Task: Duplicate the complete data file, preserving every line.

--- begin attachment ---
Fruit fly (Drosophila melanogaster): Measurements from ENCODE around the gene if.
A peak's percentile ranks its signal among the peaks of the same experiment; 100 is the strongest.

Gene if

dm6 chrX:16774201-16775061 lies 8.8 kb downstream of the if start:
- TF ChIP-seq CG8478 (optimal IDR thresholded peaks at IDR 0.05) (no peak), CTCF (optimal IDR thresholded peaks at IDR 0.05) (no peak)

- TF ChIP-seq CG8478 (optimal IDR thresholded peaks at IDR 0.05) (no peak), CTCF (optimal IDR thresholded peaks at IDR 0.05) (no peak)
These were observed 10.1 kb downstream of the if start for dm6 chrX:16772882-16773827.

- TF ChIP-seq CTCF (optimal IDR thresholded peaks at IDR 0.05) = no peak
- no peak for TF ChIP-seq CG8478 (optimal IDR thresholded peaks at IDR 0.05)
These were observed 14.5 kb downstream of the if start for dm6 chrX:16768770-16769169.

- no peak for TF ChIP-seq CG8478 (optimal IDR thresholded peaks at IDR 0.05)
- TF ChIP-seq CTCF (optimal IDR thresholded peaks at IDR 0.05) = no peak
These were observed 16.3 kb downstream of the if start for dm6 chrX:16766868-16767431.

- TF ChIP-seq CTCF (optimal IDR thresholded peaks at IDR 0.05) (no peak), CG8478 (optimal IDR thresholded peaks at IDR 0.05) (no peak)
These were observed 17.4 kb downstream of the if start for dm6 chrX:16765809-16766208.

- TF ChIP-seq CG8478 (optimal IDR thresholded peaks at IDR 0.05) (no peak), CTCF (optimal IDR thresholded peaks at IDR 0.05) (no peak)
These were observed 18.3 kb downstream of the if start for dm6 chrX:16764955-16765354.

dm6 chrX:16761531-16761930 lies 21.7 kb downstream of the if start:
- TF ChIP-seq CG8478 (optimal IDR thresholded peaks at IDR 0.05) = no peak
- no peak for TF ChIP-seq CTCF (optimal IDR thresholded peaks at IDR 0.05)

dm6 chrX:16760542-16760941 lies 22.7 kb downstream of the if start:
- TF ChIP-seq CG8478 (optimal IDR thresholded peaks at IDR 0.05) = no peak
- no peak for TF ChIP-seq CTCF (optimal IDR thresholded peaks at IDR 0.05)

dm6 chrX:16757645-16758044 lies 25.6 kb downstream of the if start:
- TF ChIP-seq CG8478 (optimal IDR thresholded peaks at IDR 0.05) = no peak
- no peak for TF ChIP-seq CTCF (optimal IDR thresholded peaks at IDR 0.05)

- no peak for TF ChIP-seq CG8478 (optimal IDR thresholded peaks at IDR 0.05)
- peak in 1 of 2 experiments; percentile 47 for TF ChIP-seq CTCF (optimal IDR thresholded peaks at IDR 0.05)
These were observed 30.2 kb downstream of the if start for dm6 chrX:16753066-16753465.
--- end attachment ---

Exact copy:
Fruit fly (Drosophila melanogaster): Measurements from ENCODE around the gene if.
A peak's percentile ranks its signal among the peaks of the same experiment; 100 is the strongest.

Gene if

dm6 chrX:16774201-16775061 lies 8.8 kb downstream of the if start:
- TF ChIP-seq CG8478 (optimal IDR thresholded peaks at IDR 0.05) (no peak), CTCF (optimal IDR thresholded peaks at IDR 0.05) (no peak)

- TF ChIP-seq CG8478 (optimal IDR thresholded peaks at IDR 0.05) (no peak), CTCF (optimal IDR thresholded peaks at IDR 0.05) (no peak)
These were observed 10.1 kb downstream of the if start for dm6 chrX:16772882-16773827.

- TF ChIP-seq CTCF (optimal IDR thresholded peaks at IDR 0.05) = no peak
- no peak for TF ChIP-seq CG8478 (optimal IDR thresholded peaks at IDR 0.05)
These were observed 14.5 kb downstream of the if start for dm6 chrX:16768770-16769169.

- no peak for TF ChIP-seq CG8478 (optimal IDR thresholded peaks at IDR 0.05)
- TF ChIP-seq CTCF (optimal IDR thresholded peaks at IDR 0.05) = no peak
These were observed 16.3 kb downstream of the if start for dm6 chrX:16766868-16767431.

- TF ChIP-seq CTCF (optimal IDR thresholded peaks at IDR 0.05) (no peak), CG8478 (optimal IDR thresholded peaks at IDR 0.05) (no peak)
These were observed 17.4 kb downstream of the if start for dm6 chrX:16765809-16766208.

- TF ChIP-seq CG8478 (optimal IDR thresholded peaks at IDR 0.05) (no peak), CTCF (optimal IDR thresholded peaks at IDR 0.05) (no peak)
These were observed 18.3 kb downstream of the if start for dm6 chrX:16764955-16765354.

dm6 chrX:16761531-16761930 lies 21.7 kb downstream of the if start:
- TF ChIP-seq CG8478 (optimal IDR thresholded peaks at IDR 0.05) = no peak
- no peak for TF ChIP-seq CTCF (optimal IDR thresholded peaks at IDR 0.05)

dm6 chrX:16760542-16760941 lies 22.7 kb downstream of the if start:
- TF ChIP-seq CG8478 (optimal IDR thresholded peaks at IDR 0.05) = no peak
- no peak for TF ChIP-seq CTCF (optimal IDR thresholded peaks at IDR 0.05)

dm6 chrX:16757645-16758044 lies 25.6 kb downstream of the if start:
- TF ChIP-seq CG8478 (optimal IDR thresholded peaks at IDR 0.05) = no peak
- no peak for TF ChIP-seq CTCF (optimal IDR thresholded peaks at IDR 0.05)

- no peak for TF ChIP-seq CG8478 (optimal IDR thresholded peaks at IDR 0.05)
- peak in 1 of 2 experiments; percentile 47 for TF ChIP-seq CTCF (optimal IDR thresholded peaks at IDR 0.05)
These were observed 30.2 kb downstream of the if start for dm6 chrX:16753066-16753465.